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Grief process: 1992 vs. 2010

April 1, 2010 | 11:29 am

If you're reading the Afterword blog, you're probably interested in obituaries. So if you don't yet know about Obit magazine's website, you should check it out. Besides linking to interesting news obituaries, Obit  presents essays about death and dying, grief and mourning, and other related issues. They are often compelling reading.

A recent article by Suzanne Strempek Shea titled "Paying Respects" examines the differences between how her family went about alerting the world of her father's death in 1992 and that of her father-in-law two months ago. She focuses on the technological changes that have occurred in the interim.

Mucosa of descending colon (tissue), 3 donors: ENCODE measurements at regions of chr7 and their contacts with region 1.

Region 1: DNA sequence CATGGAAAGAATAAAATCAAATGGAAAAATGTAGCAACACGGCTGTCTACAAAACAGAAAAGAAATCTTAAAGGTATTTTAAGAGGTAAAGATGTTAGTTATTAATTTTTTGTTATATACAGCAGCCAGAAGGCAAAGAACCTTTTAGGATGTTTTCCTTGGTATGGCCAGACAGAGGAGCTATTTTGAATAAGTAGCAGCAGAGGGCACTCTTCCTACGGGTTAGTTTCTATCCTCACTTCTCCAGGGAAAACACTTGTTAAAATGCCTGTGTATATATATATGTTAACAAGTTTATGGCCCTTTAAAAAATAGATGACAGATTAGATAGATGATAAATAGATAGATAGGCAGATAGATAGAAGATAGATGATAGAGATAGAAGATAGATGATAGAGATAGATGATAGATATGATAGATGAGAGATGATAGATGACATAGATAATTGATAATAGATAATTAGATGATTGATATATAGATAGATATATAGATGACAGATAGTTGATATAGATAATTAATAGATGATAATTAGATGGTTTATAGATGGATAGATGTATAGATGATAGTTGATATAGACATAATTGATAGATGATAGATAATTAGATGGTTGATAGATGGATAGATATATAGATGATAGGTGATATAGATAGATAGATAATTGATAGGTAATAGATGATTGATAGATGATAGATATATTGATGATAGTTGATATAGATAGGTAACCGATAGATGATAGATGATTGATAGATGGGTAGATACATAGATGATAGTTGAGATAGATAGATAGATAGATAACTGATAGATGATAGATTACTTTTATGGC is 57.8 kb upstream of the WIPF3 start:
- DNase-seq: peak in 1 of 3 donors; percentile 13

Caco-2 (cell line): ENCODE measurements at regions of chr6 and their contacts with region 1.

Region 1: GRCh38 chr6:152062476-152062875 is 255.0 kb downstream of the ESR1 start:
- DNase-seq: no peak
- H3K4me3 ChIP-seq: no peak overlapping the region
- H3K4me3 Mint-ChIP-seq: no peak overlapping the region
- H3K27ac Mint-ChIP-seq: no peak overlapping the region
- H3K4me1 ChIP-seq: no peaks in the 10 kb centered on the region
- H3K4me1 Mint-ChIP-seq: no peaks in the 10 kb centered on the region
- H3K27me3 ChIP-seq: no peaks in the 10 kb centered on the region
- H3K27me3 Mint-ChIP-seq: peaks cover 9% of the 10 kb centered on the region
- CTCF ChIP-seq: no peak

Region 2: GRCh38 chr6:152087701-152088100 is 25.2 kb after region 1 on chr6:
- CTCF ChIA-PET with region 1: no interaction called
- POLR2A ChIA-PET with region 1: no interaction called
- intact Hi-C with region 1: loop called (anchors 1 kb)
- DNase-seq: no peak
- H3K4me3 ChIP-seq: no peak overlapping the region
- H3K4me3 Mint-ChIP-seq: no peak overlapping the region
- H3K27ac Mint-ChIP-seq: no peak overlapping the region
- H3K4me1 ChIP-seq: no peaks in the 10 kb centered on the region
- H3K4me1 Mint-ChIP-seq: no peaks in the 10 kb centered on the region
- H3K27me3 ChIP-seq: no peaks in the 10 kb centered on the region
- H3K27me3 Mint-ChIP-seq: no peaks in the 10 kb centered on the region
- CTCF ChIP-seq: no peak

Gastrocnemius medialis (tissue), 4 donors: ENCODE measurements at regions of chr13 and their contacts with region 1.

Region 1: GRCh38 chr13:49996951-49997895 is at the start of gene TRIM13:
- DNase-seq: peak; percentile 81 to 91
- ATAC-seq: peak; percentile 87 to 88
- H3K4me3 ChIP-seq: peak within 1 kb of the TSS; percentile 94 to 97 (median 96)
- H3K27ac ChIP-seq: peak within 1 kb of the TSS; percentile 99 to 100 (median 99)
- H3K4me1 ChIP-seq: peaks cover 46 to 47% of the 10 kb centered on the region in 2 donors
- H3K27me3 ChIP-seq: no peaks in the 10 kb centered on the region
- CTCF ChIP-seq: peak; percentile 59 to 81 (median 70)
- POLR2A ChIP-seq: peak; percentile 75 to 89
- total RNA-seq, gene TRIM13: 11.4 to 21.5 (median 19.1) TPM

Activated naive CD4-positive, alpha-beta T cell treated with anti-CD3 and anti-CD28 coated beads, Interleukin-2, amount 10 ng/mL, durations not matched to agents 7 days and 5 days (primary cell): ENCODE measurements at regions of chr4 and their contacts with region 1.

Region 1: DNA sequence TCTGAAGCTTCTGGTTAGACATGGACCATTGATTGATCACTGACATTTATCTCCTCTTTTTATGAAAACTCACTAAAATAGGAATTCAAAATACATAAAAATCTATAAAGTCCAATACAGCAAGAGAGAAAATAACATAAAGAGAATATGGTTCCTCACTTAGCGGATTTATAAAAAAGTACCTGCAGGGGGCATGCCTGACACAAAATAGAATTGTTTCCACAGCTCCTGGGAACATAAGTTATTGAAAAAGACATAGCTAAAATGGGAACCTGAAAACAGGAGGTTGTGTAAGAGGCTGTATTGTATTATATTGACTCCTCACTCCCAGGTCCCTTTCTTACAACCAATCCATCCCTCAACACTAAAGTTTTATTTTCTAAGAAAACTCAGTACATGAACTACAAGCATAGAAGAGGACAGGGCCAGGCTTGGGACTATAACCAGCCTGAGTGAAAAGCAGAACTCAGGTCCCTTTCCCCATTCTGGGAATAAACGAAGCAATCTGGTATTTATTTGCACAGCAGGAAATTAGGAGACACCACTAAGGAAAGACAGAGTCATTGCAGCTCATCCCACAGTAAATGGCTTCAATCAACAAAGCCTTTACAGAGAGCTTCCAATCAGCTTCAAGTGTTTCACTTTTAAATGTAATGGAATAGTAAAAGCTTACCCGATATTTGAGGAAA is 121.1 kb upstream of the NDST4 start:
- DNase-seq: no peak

My first hint of a new era came that first day when I reached for the cell phone to tell a dear friend the news. But she’d already left me a message, having learned of the death just a few hours after it happened and from an ocean away. Someone in the States had relayed word via e-mail to friends in Ireland, my father-in-law’s birthplace.

Several e-mailed my friend to ask what she knew. And now she was phoning me to offer condolences.

Back in 1992, I sat on the floor by the regular old land line, working my way through the family phone book. Here in 2010, choruses of ring tones informed us of more messages and texts piling up. "We just heard," said the callers. "We R with U," read the lines.

Read the rest of the essay here and see what she has to say about online obituaries and the etiquette of offering condolences.

-- Claire Noland